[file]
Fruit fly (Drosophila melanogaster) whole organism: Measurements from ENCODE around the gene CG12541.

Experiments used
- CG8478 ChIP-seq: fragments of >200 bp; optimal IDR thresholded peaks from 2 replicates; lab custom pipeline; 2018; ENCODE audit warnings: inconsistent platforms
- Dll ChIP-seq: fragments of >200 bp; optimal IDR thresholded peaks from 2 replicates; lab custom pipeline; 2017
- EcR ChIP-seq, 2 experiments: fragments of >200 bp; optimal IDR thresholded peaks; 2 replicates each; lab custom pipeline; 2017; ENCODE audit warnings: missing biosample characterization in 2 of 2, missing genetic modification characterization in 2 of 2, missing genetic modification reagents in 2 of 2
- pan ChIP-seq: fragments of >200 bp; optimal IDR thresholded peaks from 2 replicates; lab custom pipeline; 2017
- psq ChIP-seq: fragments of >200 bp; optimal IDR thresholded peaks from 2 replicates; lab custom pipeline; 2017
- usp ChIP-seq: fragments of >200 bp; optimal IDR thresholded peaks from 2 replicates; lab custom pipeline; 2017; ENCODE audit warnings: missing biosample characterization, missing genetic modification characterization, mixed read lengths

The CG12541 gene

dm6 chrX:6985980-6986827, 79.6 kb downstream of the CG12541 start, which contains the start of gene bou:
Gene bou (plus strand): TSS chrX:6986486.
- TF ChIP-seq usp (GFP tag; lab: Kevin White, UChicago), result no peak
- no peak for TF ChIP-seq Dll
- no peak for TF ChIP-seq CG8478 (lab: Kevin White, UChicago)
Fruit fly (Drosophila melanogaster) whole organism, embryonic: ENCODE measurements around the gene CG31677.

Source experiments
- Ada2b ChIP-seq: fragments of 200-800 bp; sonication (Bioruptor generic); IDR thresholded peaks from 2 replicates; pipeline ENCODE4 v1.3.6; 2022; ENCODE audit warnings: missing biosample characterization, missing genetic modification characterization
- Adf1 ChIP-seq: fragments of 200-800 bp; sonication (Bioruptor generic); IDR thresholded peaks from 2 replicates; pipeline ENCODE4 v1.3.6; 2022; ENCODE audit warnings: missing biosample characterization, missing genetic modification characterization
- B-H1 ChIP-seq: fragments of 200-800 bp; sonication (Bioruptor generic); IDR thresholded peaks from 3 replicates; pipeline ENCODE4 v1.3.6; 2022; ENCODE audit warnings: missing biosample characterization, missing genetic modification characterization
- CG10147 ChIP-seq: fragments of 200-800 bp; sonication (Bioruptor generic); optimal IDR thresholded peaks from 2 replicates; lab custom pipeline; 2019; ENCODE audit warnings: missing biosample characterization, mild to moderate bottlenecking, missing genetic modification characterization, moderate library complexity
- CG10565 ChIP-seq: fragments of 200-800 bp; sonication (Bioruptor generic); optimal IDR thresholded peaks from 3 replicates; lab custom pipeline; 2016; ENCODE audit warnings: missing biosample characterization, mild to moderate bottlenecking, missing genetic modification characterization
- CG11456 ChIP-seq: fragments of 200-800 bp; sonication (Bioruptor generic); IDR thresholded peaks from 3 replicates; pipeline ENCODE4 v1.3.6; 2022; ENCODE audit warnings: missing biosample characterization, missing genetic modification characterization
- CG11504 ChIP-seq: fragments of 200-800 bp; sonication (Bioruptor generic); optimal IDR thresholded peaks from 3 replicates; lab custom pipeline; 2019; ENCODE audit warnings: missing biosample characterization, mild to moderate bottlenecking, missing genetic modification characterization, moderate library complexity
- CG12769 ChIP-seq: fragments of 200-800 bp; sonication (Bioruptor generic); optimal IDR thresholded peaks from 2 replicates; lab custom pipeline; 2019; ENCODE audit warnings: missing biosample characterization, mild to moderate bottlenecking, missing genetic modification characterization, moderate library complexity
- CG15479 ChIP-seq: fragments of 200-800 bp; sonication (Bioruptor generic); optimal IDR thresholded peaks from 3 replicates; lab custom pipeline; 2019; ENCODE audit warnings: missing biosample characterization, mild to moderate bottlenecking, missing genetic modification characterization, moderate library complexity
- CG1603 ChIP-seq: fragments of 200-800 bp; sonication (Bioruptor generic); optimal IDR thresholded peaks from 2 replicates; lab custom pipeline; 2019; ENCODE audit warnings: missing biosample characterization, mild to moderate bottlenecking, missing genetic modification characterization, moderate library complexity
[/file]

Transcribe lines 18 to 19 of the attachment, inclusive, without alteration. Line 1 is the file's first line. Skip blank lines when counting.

- Adf1 ChIP-seq: fragments of 200-800 bp; sonication (Bioruptor generic); IDR thresholded peaks from 2 replicates; pipeline ENCODE4 v1.3.6; 2022; ENCODE audit warnings: missing biosample characterization, missing genetic modification characterization
- B-H1 ChIP-seq: fragments of 200-800 bp; sonication (Bioruptor generic); IDR thresholded peaks from 3 replicates; pipeline ENCODE4 v1.3.6; 2022; ENCODE audit warnings: missing biosample characterization, missing genetic modification characterization